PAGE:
North Korea destroyed the most visible symbol of its nuclear weapons program Friday, according to news reports, a sign of its commitment to stop making plutonium for atomic bombs.
The reported demolition of the 60-foot (20-meter) -tall cooling tower at the North's main reactor complex is a response to U.S. concessions after the North delivered a declaration Thursday of its nuclear programs to be later dismantled.
China's Xinhua News Agency reported that the tower had been blown up at 5:05 p.m. local time (0805 GMT), citing its correspondent who was there. U.S. broadcaster CNN also reported the explosion had occurred. Japan's Kyodo News agency said a "North Korean source" confirmed the reactor had been destroyed, but gave no further information.
No officials immediately confirmed the reactor's destruction, and none of the broadcasters invited to witness the event had yet aired any video of the blast.
The symbolic explosion came just 20 months after Pyongyang shocked the world by detonating a nuclear bomb in an underground test to confirm its status as an atomic power. The nuclear blast spurred an about-face in the U.S. hard-line policy against Pyongyang, leading to the North's first steps to scale back its nuclear weapons development since the reactor became operational in 1986.
Last year, the North switched off the reactor at Yongbyon, some 60 miles (100 kilometers) north of the capital of Pyongyang, and it has already begun disabling the facility under the watch of U.S. experts so that it cannot easily be restarted.
The destruction of the cooling tower, which carries off waste heat to the atmosphere, is another step forward but not the most technically significant, because it is a simple piece of equipment that would be easy to rebuild.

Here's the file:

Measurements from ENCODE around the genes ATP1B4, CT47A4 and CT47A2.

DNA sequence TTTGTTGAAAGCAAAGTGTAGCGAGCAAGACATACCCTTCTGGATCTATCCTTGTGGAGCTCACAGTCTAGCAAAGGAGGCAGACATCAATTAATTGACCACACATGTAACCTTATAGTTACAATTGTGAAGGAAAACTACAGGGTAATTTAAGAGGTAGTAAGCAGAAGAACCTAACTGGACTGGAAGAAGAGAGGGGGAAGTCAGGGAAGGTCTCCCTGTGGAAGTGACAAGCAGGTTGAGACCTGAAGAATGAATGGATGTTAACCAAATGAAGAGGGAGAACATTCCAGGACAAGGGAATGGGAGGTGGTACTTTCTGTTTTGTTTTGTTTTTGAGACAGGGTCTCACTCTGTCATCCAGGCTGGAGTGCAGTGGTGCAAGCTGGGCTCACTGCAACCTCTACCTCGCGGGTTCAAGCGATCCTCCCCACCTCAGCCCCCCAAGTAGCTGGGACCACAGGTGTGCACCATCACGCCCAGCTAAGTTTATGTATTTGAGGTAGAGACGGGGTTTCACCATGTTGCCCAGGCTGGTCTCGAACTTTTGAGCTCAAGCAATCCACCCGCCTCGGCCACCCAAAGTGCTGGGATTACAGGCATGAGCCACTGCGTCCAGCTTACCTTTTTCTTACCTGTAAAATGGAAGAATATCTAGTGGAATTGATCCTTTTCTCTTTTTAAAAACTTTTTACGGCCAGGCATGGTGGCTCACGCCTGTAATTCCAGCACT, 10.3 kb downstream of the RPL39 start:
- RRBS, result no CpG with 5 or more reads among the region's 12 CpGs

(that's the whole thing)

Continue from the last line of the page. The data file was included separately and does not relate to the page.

Still, the demolition offers the most photogenic moment yet in the disarmament negotiations that have dragged on for more than five years and suffered repeated deadlocks and delays. Those attending the event include the top U.S. State Department expert on the Koreas, Sung Kim, along with broadcasters from the United States, China, Japan, Russia and South Korea.
U.S. Secretary of State Condoleezza Rice said the tower's destruction would mark a step toward disablement, something that has been ongoing for many months to prevent the North from making more plutonium for bombs.
"It is important to get North Korea out of the plutonium business, but that will not be the end of the story," she said in Kyoto, Japan, on the sidelines of a meeting of the Group of Eight industrialized countries.
North Korea's nuclear declaration, which was delivered six months later than the country promised and has not yet been released publicly, is said to only give the overall figure for how much plutonium was produced at Yongbyon, but no details of bombs that may have been made.
The declaration was being distributed Friday by China, the chair of the arms talks, to the other countries involved, U.S. envoy Christopher Hill said.
"We'll have to study it very carefully and then we'll have to work on verification," Hill said in Kyoto.
The declaration also does not include information on the North's alleged uranium enrichment program or its possible nuclear proliferation to other countries, such as Syria.
Experts believe the North has as much as 110 pounds (50 kilograms) of weapons-grade plutonium, enough for as many as 10 nuclear bombs.
To verify the claim of how much radioactive material it has produced, the U.S. says the North will open access to its reactor for inspectors to pore over the aging equipment and come to their own conclusions. However, there will be no wide-ranging inspections to survey secret nuclear facilities, some of which are believed hidden in underground tunnels.